5. Japanese Kabocha Soup: Kabocha is a Japanese variety of pumpkin, and kabocha soup is a popular dish in Japan. It combines kabocha with dashi broth, soy sauce, and sometimes miso paste. The result is a savory and umami-rich soup.
  6. French Pumpkin Soup (Potage au Potiron): In France, pumpkin soup is known as “potage au potiron.” It often features pumpkin cooked with onions, leeks, and potatoes, then pureed and finished with cream. It’s seasoned with herbs like thyme and sometimes garnished with croutons. (and a little wine on the side)
  7. Italian Pumpkin Soup (Zuppa di Zucca): Italian pumpkin soup typically includes ingredients like pumpkin, onions, garlic, and sometimes potatoes. It can be flavored with herbs like sage and rosemary and finished with a drizzle of olive oil and grated Parmesan cheese.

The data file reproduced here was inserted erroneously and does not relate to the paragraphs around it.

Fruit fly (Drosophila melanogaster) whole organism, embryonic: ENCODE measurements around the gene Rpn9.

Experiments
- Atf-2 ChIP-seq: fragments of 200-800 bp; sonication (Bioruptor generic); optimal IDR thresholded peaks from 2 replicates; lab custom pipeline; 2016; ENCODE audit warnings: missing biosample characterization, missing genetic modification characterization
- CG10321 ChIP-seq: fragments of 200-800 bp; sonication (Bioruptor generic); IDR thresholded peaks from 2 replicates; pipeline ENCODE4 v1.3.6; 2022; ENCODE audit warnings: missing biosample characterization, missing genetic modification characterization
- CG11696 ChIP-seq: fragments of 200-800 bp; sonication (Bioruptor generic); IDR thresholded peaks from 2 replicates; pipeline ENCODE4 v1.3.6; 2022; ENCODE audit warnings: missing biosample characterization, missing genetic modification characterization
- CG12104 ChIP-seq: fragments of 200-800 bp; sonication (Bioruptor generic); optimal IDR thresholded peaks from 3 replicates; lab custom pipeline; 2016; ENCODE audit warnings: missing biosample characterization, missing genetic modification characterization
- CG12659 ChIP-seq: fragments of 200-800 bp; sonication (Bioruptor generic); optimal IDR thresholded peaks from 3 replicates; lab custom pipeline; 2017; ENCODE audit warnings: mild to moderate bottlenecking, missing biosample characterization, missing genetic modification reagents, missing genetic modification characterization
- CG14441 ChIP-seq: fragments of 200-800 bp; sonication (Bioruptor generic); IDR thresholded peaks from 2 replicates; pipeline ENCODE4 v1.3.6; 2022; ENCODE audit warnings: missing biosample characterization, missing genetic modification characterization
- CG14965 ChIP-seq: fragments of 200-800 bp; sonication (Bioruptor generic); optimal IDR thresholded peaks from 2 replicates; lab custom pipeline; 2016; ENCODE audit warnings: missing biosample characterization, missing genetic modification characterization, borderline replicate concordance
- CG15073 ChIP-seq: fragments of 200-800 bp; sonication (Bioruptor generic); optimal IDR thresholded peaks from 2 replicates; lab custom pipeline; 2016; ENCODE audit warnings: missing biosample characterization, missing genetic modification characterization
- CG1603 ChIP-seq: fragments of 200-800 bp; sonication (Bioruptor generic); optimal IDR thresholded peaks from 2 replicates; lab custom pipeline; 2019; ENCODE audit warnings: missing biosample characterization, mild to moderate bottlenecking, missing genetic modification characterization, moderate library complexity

8. Indian Pumpkin Soup: Indian pumpkin soup is spiced with ingredients like ginger, cumin, coriander, and turmeric. It’s often finished with a touch of yogurt or cream for creaminess.
  9. Australian Pumpkin Soup: In Australia, pumpkin soup is a popular comfort food. It’s made with pumpkin, onions, and sometimes bacon, and it’s seasoned with herbs like parsley or chives.
  10. South African Pumpkin Soup: South African pumpkin soup often includes butternut squash, and it’s flavored with spices like curry powder. It can be sweetened with a bit of sugar or honey and garnished with fresh coriander.

Carving pumpkins isn’t the only way to celebrate with this iconic gourd. Be sure to try these two recipes and add some pumpkin soup on Halloween night to warm up (I’m a heat-treating guy!) after trick-or-treating.